After the race Jim Ryun sat under the stands in a corner of Detroit's Cobo Arena, drinking 7-Up, and now, as they had so many times before, the people started crowding around, asking for autographs. Ice packs were pressed against his left knee, and towels were placed under his blistered and bleeding feet. Minutes earlier Ryun had come off the last turn to nip Villanova's Marty Liquori in a 4:02.6 mile and assure Kansas the NCAA Indoor Track and Field Championship both schools wanted so badly. "No, they didn't hurt when I was running," Ryun said, when asked about his feet. "I had too much to think about just trying to beat Marty."
The victory, however narrow, was an especially satisfying one for Ryun. This season, as in every indoor season, there had been that nagging, frustrating injury, the sharp pain in the left knee that only got worse from the pounding on all those tight corners. His workouts had been irregular, his competition limited to a 4:06 mile early in February. But this winter, unlike those past, people were talking—about Jim Ryun not having it anymore, about Jim Ryun getting lazy since he got married, about Jim Ryun making up injuries whenever he didn't feel like running. There had even been boos at the Big Eight championships when he scratched 10 minutes before the start of the mile.
"I've gotten tired of talking about all the little things that keep popping up," Ryun said the morning of the NCAA mile. "It gets irritating to have all the trash injuries. It's tough telling people about them. I know it sounds bad, but they really are honest."
Controversy over the extent—or even the existence—of the injuries had arisen Friday night, when Ryun dropped out of the two mile after three laps. Villanova Coach Jumbo Elliott was the loudest complainant, pointing to an NCAA rule that says a competitor must give "his very best effort" in any event in which he is entered or be scratched from all remaining races. Elliott wanted Ryun kept out of the mile, claiming he had quit without sufficient cause. Elliott was also upset because Liquori had run a whole race and finished a worthless sixth.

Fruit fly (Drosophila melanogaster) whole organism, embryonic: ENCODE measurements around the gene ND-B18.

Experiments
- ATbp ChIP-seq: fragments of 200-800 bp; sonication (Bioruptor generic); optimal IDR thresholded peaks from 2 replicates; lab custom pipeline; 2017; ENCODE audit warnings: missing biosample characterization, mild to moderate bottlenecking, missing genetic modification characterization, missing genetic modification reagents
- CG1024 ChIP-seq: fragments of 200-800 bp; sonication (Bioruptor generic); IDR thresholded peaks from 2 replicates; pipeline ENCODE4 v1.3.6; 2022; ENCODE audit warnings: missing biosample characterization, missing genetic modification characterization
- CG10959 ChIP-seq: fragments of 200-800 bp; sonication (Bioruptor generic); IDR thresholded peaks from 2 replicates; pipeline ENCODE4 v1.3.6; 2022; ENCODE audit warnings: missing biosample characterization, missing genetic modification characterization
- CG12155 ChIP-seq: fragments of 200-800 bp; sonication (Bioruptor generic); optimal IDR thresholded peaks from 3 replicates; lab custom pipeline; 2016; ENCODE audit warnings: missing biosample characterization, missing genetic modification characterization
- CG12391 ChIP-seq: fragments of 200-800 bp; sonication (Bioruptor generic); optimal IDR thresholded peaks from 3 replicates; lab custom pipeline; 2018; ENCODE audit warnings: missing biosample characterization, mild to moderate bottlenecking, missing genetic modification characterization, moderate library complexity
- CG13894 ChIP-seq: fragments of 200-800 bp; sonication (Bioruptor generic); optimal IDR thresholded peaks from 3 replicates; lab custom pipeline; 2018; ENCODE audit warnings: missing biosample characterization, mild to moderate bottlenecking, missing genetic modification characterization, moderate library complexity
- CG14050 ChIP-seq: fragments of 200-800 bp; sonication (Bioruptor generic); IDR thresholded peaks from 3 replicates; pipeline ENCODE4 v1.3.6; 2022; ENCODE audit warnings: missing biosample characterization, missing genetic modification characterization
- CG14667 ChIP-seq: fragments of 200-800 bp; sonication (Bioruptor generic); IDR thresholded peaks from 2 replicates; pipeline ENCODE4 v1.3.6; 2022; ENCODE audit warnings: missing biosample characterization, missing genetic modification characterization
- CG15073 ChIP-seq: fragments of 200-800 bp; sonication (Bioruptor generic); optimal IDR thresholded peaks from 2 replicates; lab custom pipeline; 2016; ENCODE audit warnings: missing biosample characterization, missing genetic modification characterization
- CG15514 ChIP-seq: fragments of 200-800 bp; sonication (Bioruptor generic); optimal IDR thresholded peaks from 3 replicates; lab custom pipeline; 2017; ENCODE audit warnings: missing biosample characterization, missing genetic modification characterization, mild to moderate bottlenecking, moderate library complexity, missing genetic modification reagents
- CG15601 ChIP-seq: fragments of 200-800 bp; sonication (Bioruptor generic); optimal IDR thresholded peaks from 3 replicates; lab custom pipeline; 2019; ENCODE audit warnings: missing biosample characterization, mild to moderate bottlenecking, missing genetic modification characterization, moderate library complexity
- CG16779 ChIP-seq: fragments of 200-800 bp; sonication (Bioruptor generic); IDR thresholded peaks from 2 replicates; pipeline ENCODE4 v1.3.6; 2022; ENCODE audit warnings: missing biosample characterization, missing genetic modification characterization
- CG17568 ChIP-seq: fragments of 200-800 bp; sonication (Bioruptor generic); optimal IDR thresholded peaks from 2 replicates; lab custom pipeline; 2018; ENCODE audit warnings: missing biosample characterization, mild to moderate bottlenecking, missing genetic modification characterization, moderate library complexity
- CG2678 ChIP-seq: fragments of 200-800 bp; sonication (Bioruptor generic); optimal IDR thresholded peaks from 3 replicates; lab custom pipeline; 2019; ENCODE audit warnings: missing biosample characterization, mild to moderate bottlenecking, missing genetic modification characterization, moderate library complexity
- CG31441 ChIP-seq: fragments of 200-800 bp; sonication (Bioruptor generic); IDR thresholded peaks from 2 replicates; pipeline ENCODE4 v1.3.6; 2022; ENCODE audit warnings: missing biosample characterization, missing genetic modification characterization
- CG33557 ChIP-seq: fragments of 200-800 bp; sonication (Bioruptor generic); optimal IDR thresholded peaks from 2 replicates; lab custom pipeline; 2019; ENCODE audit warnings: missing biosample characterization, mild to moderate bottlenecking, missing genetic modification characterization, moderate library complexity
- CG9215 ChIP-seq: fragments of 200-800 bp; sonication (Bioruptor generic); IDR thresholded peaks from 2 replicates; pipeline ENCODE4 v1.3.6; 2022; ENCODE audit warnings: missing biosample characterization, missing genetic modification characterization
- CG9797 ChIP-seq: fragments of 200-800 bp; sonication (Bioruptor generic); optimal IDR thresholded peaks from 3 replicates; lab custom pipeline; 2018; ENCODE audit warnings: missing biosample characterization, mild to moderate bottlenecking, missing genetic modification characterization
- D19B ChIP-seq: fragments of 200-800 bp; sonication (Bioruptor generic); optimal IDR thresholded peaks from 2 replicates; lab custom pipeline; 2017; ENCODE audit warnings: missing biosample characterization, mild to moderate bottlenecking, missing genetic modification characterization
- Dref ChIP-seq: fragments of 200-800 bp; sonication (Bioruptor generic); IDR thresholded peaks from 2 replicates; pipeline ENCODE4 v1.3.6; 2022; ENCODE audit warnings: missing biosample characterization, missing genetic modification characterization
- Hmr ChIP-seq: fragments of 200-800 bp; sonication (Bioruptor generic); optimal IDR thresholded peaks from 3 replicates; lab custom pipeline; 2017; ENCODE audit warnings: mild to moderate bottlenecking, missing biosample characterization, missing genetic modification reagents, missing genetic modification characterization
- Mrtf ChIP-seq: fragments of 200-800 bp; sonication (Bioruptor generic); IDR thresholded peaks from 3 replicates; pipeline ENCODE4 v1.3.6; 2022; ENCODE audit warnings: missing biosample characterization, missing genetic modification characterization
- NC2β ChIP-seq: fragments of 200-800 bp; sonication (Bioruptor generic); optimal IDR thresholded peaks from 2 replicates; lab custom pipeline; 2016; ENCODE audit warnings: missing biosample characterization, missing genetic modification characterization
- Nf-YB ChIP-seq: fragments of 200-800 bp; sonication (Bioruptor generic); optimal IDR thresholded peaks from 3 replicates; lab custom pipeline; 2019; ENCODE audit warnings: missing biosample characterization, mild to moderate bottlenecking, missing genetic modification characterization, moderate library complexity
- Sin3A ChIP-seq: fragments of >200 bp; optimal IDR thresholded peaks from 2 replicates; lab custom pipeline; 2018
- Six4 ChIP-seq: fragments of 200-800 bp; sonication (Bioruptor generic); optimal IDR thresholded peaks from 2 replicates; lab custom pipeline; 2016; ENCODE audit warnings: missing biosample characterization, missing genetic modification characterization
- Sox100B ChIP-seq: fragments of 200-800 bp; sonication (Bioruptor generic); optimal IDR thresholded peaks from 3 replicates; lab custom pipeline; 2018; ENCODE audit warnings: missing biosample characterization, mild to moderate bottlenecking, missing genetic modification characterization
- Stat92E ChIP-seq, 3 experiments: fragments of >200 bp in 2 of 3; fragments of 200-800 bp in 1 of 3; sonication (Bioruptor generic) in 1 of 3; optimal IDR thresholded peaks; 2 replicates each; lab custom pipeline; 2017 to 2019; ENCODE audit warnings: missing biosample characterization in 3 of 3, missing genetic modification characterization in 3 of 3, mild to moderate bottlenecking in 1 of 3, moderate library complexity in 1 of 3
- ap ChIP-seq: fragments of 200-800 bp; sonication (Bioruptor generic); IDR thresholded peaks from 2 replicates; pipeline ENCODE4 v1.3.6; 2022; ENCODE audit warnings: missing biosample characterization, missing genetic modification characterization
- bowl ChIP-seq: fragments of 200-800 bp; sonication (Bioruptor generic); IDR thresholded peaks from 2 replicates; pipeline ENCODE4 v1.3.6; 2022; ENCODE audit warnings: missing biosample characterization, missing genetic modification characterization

The question became, finally, whether the games committee trusted Ryun. After one look at his feet, it did. "I'm tired of people bickering," Ryun said later. "I just wish we could have competition and let it go at that. But there are certain people who will never believe someone is telling the truth."
When the committee decided to let the meet be settled by the runners, the remaining question was whether Villanova's track championship would be enough to overcome Kansas' field championship. "Before the meet started we knew we were going to get our points," said Kansas Shotputter Karl Salb, who broke a meet record with a put of 66'8�" and led Kansas to a one-two-three sweep in the event. "The only question was how our runners would do."
Villanova, the defending champion, had granted Salb his win but had not expected to get blitzed by 13 points in the shot, nor by the 10 Kansas picked up in the long jump. Suddenly the Wildcats were 23 points down, and for them the meet hadn't even started. "You have to respect anyone with four or five good field men," Elliott had said. "No one's going to trip them when they're throwing the shot or cut in front of them on the long-jump runway. And nine times out of 10 your top fieldmen will come through. You have no assurance of that when you're running."
Villanova did have the assurance, however, of its Mighty Burner, Larry James, who was up against his nemesis, San Jose State's Lee Evans, in the 440. Every time they had raced James had lost to Evans by anywhere from one inch to one yard, and Evans had become a mental as well as a physical challenge.
"The more running I do," said James, "the more and more important I find thinking. When I'm in top condition and in against top competitors, that's when I especially think the most."
"What do you think of?" someone asked.